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More tough talk on North Korea from Lee gov’t.

Mar 27,2008
In a sign of the new administration’s revamped policy on North Korea, the Unification Ministry yesterday announced a plan to synchronize its work on inter-Korean relations with the country’s diplomatic efforts on various fronts.
Underscoring the ministry’s changed ― and tougher ― stance on the North, the ministry aims to put more pressure on Pyongyang to improve human rights conditions.
The ministry’s workplan, outlined in a press briefing yesterday and in an earlier progress report given to President Lee Myung-bak, revolves around several key principles: working with other countries to get North Korea to abandon its nuclear weapons program, helping the North achieve a $3,000 per capita gross domestic product through expanded economic cooperation, repatriation of South Korean prisoners of war and people kidnapped to the North, and transparency on aid sent for North Koreans.
“Our basic stance is that human rights issues should be considered a universal value for all humankind,” Unification Vice Minister Hong Yang-ho said in the briefing yesterday. “We are taking up the issue not to provoke North Korea but to address it as something to be universally valued,” he said when asked whether the ministry is no longer taking into account the unique South-North relationship when addressing diplomatic issues with North Korea.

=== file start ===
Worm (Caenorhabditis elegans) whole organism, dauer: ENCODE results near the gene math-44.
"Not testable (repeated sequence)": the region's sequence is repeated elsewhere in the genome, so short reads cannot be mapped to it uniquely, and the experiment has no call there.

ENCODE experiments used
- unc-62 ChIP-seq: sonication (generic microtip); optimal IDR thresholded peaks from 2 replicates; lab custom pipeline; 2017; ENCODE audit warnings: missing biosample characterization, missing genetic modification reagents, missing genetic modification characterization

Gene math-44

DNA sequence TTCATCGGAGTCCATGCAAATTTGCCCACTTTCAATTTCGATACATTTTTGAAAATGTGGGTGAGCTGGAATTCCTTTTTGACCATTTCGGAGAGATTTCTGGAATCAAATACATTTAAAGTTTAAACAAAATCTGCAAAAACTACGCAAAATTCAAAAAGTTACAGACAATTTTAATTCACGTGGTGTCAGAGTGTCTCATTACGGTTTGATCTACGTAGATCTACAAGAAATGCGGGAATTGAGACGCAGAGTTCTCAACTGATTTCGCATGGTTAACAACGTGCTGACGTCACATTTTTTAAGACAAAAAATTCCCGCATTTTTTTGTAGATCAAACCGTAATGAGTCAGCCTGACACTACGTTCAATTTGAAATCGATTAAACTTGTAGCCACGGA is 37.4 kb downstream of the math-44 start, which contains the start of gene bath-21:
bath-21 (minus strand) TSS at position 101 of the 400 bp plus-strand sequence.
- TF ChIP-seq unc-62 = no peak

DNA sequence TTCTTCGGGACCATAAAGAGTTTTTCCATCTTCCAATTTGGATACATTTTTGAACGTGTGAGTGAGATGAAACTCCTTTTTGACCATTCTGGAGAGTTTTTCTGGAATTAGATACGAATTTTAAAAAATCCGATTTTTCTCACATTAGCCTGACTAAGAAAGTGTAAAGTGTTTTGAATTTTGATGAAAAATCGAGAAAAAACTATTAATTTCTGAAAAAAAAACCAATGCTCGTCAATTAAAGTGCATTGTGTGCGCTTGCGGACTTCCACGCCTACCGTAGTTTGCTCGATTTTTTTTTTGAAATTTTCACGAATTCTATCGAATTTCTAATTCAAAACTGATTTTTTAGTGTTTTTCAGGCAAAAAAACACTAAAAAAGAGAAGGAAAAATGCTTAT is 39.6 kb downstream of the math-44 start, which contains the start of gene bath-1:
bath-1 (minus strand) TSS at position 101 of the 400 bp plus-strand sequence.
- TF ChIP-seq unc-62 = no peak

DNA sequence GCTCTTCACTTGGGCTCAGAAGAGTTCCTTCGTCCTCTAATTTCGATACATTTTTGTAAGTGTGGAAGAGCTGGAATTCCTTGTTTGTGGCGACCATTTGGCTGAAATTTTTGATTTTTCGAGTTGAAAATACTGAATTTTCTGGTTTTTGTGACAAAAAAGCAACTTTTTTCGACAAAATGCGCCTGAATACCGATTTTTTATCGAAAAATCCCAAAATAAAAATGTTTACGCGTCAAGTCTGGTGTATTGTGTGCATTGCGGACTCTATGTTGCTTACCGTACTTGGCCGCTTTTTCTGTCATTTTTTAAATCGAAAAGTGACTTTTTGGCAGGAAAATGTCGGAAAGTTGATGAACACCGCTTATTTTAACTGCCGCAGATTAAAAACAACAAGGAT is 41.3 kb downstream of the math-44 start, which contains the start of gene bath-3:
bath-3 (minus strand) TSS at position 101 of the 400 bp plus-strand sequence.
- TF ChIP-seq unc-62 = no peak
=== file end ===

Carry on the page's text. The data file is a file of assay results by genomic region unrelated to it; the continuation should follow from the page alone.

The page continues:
Hong also said inter-Korean talks should have “tangible results,” and the government would no longer hold “talks for the sake of talks.”
Meanwhile, the Foreign Ministry indicated it would vote for a United Nations resolution to extend the tenure of the UN envoy for human rights in North Korea. The resolution would extend the assignment of Vitit Muntarbhorn, the UN Special Rapporteur on the Situation of Human Rights in North Korea, by another year when the issue comes up in the sevensth session of the Human Rights Council in Geneva. The vote may take place as early as March 27. South Korea had earlier voted against or withdrawn its vote on the council’s resolutions addressing the North’s human rights issues.
The South Korean government, in the council session in Geneva earlier this month, urged the North to “take appropriate measures” to improve human rights conditions, sending the first signal of Seoul’s tougher policy towards the North.
The South’s move is expected to draw more ire from Pyongyang, which already expressed discomfort with Seoul’s heightened rhetoric on human rights violations.
“South Korea must be held responsible for all the consequences arising out of these irresponsible remarks, which will have negative repercussions on inter-Korean relations,” Pyongyang’s representative Choi Myung-nam said in Geneva earlier this month.
The Kim Dae-jung and Roh Moo-hyun administrations emphasized engagement with the North.


By Jung Ha-won Staff Reporter [hawon@joongang.co.kr]


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